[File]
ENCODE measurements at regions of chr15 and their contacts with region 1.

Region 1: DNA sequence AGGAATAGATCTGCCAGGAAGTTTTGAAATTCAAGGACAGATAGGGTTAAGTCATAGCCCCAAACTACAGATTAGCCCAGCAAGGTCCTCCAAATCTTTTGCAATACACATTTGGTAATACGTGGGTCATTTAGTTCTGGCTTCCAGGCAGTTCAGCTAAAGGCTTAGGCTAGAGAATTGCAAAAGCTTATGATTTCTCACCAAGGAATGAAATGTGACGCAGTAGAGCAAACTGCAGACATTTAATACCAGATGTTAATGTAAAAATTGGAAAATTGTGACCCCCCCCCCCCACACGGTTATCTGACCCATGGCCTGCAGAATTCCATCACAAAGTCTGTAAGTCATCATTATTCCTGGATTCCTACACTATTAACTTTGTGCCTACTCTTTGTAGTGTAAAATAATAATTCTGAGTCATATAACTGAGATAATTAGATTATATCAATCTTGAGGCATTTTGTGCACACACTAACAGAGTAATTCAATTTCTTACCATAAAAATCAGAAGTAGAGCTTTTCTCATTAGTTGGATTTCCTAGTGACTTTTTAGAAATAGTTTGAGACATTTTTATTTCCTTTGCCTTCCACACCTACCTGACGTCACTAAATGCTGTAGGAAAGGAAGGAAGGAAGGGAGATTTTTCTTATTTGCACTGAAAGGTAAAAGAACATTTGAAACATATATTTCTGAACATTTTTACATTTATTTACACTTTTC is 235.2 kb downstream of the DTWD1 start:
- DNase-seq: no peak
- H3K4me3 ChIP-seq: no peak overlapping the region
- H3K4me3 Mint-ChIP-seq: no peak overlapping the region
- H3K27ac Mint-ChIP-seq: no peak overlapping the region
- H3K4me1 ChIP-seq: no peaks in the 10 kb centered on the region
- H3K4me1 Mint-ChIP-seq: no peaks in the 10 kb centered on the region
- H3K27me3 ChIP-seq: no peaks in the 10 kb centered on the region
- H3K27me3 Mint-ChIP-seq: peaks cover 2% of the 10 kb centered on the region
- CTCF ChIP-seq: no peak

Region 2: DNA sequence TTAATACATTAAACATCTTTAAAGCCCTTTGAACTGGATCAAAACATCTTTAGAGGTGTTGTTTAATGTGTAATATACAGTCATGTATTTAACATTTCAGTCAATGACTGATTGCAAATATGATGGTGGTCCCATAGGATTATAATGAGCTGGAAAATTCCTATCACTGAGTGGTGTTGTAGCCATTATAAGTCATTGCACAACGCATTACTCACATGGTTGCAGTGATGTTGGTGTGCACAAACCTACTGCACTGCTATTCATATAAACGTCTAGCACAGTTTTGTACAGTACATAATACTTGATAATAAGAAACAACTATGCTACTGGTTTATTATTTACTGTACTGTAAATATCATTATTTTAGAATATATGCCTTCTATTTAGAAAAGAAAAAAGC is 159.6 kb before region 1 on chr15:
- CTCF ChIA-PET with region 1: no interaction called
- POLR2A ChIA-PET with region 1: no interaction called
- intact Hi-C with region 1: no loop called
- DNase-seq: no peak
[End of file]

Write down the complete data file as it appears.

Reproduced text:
ENCODE measurements at regions of chr15 and their contacts with region 1.

Region 1: DNA sequence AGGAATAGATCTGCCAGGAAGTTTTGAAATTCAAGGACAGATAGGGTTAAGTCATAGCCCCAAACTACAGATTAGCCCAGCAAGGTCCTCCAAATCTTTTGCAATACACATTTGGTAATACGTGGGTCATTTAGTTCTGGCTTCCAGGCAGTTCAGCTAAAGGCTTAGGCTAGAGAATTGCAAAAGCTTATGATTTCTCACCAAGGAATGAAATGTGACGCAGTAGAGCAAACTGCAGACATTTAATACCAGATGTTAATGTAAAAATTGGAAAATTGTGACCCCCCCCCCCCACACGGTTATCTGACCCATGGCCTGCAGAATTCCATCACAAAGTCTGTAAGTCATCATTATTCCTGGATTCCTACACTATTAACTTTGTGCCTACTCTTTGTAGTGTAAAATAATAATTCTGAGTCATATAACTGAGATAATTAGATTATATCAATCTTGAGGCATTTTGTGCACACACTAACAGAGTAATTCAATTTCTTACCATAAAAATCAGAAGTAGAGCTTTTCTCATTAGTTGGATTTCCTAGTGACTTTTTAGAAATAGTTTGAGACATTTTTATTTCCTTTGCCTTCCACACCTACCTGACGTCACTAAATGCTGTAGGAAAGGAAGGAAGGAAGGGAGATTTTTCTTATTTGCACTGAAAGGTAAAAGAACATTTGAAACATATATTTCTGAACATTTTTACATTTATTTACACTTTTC is 235.2 kb downstream of the DTWD1 start:
- DNase-seq: no peak
- H3K4me3 ChIP-seq: no peak overlapping the region
- H3K4me3 Mint-ChIP-seq: no peak overlapping the region
- H3K27ac Mint-ChIP-seq: no peak overlapping the region
- H3K4me1 ChIP-seq: no peaks in the 10 kb centered on the region
- H3K4me1 Mint-ChIP-seq: no peaks in the 10 kb centered on the region
- H3K27me3 ChIP-seq: no peaks in the 10 kb centered on the region
- H3K27me3 Mint-ChIP-seq: peaks cover 2% of the 10 kb centered on the region
- CTCF ChIP-seq: no peak

Region 2: DNA sequence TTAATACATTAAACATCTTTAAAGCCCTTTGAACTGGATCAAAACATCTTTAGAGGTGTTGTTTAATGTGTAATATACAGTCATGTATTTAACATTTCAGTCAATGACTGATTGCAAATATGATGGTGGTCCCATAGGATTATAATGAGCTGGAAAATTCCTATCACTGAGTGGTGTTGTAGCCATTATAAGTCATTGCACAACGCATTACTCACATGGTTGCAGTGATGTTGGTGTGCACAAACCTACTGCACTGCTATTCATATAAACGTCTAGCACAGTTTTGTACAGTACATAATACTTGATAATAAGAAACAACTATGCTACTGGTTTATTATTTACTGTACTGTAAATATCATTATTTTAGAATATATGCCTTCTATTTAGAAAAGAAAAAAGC is 159.6 kb before region 1 on chr15:
- CTCF ChIA-PET with region 1: no interaction called
- POLR2A ChIA-PET with region 1: no interaction called
- intact Hi-C with region 1: no loop called
- DNase-seq: no peak